In less than two decades, San Francisco went from having a cutting-edge public financing system approved by voters in 2000 to one of the nation’s weakest. That could soon change, should supervisors approve a major rehaul that boosts the power of small-dollar donations.
Under the current system, candidates for the San Francisco Board of Supervisors may receive matching funds from the city, with initial spending limits up to $250,000 and to $1.5 million for mayoral candidates. The amount depends on a couple factors, but for the most part, this means candidates can receive $2 from the city for every $1 individual contribution that doesn’t surpass $500.
A proposed update put forward by Supervisor Gordon Mar would triple the maximum matching rate to 6 to 1 but it would lower the maximum contribution to $150. The spending limit would increase to $350,000 per supervisorial candidate and to $1.7 million per mayoral candidate.
The goal is to disincentivize candidates from chasing big-dollar supporters and to reach more voters, which they would have more time to do by not fundraising as much.
“By increasing the value of smaller donors to campaigns, the ordinance will give all candidates a better incentive to interact with a larger base of voters, including those who cannot make large political contributions,” says Patrick Ford, a senior policy analyst with the Ethics Commission. “In an era of unprecedented spending in local elections, these reforms are designed to promote more competitive campaigns and increased participation in San Francisco elections.”
Sen. Bernie Sanders helped popularize the idea of smaller donations during his 2016 presidential run. It also encourages candidates who may have community support but are lesser-known in City Hall circles to run in the first place.
More than $8 million was spent during the June 2018 mayoral election and $7 million was spent on the November 2018 election, the most expensive local races for San Francisco. The U.S. Supreme Court’s 2010 Citizens United ruling, which legalized unlimited election spending by groups independent of official campaigns, certainly hasn’t helped matters nationwide. An Ethics Commission report found that Jessica Ho, who went up against Mar in the District 4 race, had nearly $700,000 in support from third-party spending — which includes independent expenditure groups known as Super PACs.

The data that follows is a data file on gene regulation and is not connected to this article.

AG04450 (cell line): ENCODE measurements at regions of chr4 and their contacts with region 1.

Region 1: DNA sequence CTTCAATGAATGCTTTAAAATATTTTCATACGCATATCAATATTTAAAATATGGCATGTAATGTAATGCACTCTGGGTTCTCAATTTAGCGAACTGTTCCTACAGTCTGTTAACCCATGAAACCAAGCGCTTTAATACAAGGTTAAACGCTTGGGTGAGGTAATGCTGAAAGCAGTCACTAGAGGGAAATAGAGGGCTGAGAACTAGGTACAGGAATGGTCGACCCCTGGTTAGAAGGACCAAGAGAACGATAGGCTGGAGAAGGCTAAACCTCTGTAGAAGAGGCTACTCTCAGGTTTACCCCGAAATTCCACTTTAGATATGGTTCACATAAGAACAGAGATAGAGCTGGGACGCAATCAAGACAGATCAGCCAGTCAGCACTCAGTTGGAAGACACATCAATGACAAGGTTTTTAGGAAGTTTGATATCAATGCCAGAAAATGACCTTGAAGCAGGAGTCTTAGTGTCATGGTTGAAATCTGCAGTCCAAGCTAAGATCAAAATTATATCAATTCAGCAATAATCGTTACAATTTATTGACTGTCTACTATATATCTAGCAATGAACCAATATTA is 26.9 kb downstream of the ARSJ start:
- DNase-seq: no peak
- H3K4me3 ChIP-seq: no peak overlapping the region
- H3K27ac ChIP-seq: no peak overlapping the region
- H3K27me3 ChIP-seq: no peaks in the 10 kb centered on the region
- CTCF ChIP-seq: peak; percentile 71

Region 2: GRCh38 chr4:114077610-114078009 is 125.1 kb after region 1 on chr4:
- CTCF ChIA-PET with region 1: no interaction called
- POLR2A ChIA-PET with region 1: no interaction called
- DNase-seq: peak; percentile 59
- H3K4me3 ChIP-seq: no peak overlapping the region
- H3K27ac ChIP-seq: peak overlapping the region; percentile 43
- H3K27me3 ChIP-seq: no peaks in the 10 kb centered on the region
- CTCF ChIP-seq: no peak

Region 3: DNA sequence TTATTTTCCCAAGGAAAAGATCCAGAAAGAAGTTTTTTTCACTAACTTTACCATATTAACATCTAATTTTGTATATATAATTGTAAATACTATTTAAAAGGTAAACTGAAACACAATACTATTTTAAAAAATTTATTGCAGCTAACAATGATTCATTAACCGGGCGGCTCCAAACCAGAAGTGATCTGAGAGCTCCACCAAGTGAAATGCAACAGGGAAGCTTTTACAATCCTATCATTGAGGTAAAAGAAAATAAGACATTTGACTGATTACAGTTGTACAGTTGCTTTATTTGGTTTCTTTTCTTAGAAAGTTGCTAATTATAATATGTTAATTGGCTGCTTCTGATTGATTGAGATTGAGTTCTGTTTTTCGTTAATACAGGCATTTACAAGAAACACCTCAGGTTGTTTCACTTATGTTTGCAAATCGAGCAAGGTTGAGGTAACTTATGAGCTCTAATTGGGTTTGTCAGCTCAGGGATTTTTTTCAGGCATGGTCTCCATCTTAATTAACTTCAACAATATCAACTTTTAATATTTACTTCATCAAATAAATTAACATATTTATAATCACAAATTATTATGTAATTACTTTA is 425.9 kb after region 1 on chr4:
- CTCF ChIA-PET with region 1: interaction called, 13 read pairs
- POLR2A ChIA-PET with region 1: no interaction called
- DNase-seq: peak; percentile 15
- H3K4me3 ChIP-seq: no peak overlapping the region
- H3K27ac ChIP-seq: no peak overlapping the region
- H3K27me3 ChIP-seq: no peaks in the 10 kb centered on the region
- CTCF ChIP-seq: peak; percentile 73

“As a longtime community and political activist here in the city, I have become incredibly concerned about the corrupting role that money plays in our political process and beyond,” Mar tells SF Weekly. “We have to contend with these huge amounts of outside money.”
Besides the contributions proposal, Mar was also moved to update filing deadlines after lesser-known District 4 opponent and teacher Trevor McNeil was locked out of receiving public financing. After former Supervisor Katy Tang announced she would not run for reelection, on the last day to file for candidacy, the deadline was extended but confusion swirled.
Mar put forward an ordinance earlier this year, approved in May, to extend the deadline for receiving public financing to three calendar days after candidates file to run. It also updates a candidate’s expenditure ceiling in $50,000 increments instead of $10,000. The Ethics Commission has contributed to these measures while updating its procedures since 2018 to increase clarity around program rules for candidates and their treasurers.
Voters will have a say on another election reform matter in November: Proposition F, which would force political ads paid by independent groups to list the three largest donors and how much they donated. Known as Sunlight on Dark Money, the measure comes too late for hotly-contested measures like Proposition C, which Juul has spent more than $4.5 million on to overturn the city’s ban on e-cigarettes.
“Whenever there’s a good campaign reform measure on the ballot, it’s an opportunity to pay closer attention to who’s paying for all the ads they’re getting,” says Jon Golinger, an elections advocate and adjunct professor of election law at Golden Gate University who co-authored Prop. F. “It’s all too easy to not pay attention to who’s paying for something.”
Should Mar’s latest legislation pass, San Francisco would still not be ahead of the game despite it being a significant change. Baltimore is considering a 9-to-1 match rate while New York is moving toward 8 to 1. Still, San Francisco’s Budget and Legislative Analyst’s Office says the city may have to increase the Election Campaign Fund past its roughly $7 million to accommodate the new system. But Mar says the cost is worth it.
“It’s an investment in our democracy and the relatively small amount of funding that we allocate for the public financing program, it helps to counteract the dark money and the outside money that’s been flowing into the elections,” says Mar, who also helped place Prop. F on the ballot. “Since Citizens United, we’re not able to prohibit the outside dark money from corrupting our election money but we can regulate it and we can push for stronger disclosures.”
Mar’s office is looking at other ways to strengthen local elections like exploring a democracy voucher system like Seattle’s so voters can choose which candidate to support with public money and expanding voting access. For his part, Golinger hopes to see a higher bar for candidates seeking public financing and a major overhaul of enforcement to punish pay-to-play and other government corruption.
“It’s like a whack-a-mole problem,” Golinger says. “That’s the job of ethics reform — to keep up. Every time there’s a problem, take a whack at it and not let it fester.”
The public financing legislation heads to the full board with the support of the Government of Audit Oversight Committee on Sept. 17, followed by Prop. F on the Nov. 5 ballot.
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